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Italy’s Failed National Airline Alitalia is Set to Make a Not So Surprising Return to the Skies

Italy’s Failed National Airline Alitalia is Set to Make a Not So Surprising Return to the Skies

Defunct Italian flag carrier Alitalia is set to return to the skies in the next few months in a move that is unlikely to surprise many industry analysts but does contradict what the new owners of the Alitalia brand claimed last October.

The heavily loss-making Alitalia was finally wound up by the Italian government in late 2021 in a years-long process that culminated in a new state-owned airline known as Italia Trasporto Aereo or ITA Airways taking its place.

ITA Airways bought the Alitalia brand for €90 million in what was widely believed to be a ruse to circumvent European state aid rules. Alitalia would continue flying but only as a brand owned by ITA Airways and no longer burdened by government loans that needed to be paid back.

Not so claimed ITA Airways when the carrier launched in November 2021. The airline introduced itself to the world with a lavish ceremony which included the unveiling of a new aircraft livery sporting the Savoy Blue made famous by Italy’s national sports teams and athletes.

The Alitalia name and assets had simply been bought to prevent rivals from getting holding of the brand, senior executives claimed. Besides, buying the brand was a bargain compared to the €290 million that the administrators had originally demanded.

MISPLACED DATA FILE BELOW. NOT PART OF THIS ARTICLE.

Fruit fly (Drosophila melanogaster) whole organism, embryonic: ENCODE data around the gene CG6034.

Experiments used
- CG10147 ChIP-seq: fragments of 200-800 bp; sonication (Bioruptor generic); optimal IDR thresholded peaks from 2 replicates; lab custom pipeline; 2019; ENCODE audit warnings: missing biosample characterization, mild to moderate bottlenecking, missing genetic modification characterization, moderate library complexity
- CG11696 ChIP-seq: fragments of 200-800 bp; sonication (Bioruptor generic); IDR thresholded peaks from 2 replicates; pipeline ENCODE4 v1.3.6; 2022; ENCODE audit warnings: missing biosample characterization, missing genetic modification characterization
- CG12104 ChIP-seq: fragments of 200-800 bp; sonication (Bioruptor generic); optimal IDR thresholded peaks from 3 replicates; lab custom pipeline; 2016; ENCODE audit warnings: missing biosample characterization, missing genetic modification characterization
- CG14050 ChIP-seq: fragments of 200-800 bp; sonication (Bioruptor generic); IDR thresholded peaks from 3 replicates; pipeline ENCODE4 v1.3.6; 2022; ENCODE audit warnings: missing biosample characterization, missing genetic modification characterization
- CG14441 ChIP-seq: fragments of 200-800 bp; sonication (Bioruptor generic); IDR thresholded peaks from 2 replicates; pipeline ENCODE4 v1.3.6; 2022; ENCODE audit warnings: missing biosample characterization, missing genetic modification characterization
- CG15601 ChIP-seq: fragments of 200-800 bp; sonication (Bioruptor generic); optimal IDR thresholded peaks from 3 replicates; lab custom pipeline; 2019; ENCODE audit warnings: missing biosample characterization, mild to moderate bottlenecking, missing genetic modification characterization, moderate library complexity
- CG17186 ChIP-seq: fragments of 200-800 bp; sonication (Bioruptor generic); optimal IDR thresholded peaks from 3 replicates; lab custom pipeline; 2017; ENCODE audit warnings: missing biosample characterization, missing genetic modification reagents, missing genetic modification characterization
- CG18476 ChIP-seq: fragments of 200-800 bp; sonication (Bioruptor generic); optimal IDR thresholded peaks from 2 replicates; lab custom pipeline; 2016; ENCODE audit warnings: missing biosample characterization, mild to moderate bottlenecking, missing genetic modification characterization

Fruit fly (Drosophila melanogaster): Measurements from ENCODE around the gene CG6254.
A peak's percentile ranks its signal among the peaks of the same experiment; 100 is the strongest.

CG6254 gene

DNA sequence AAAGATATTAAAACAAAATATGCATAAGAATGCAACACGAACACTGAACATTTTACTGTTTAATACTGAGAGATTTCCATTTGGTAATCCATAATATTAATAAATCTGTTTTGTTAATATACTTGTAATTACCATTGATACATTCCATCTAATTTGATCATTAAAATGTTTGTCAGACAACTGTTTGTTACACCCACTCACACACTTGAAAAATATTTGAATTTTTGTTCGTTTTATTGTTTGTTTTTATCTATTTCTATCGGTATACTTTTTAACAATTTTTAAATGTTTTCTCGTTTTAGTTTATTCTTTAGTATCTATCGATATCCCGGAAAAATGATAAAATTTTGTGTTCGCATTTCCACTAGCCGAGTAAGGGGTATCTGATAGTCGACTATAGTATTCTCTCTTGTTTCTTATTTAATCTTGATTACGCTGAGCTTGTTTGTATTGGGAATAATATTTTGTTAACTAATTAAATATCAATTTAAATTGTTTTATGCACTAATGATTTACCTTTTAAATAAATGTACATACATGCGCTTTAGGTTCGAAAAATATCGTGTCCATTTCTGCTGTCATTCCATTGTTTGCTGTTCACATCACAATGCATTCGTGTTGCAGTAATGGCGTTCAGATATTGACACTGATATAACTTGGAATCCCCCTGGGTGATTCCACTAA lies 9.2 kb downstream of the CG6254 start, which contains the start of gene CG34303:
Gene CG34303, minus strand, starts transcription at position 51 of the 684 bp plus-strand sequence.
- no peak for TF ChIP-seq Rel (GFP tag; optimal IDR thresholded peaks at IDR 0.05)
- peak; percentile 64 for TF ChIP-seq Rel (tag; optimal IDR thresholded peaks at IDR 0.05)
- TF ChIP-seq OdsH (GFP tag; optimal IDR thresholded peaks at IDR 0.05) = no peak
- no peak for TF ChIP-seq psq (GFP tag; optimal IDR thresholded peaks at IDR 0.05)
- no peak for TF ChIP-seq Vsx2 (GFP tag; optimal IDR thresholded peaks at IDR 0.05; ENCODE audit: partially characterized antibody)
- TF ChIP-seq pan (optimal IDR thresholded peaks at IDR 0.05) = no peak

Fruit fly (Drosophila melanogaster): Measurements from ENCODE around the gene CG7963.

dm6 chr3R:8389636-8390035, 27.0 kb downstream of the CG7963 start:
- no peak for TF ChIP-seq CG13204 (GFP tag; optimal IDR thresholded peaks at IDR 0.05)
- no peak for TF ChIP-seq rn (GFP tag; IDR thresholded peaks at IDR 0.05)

But it turns out that the demise of Alitalia was overstated. In fact, in comments reported by Corriere Della Sera, ITA Airways president Alfredo Altavilla insists it was always part of the plan to integrate the Alitalia brand into the new business.

Explaining why ITA bought the Alitalia brand to government ministers, Altavilla said doing so made it possible to launch with crew wearing the same uniforms as before the takeover. The brand was initially retired but now ITA believes Alitalia can be used in the same way that other European airline groups have different brands.

While Altavilla mentioned the likes of Eurowings and Transavia, Corriere reported that there’s no plan to make Alitalia a low-cost carrier. Altavilla didn’t go into any further detail about the grand plan for Alitalia but a final decision on its future won’t be made until a board of directors meeting on 31st January.

ITA Airways has already painted two aircraft in its bold new livery. The airline took on 52 ex-Alitalia aircraft and nearly 3,000 of its employees.

Late last year, ITA signed a deal with Airbus for 28 new aircraft including 10 A330neo long-haul jets. ITA also intends to lease A350 aircraft as well.

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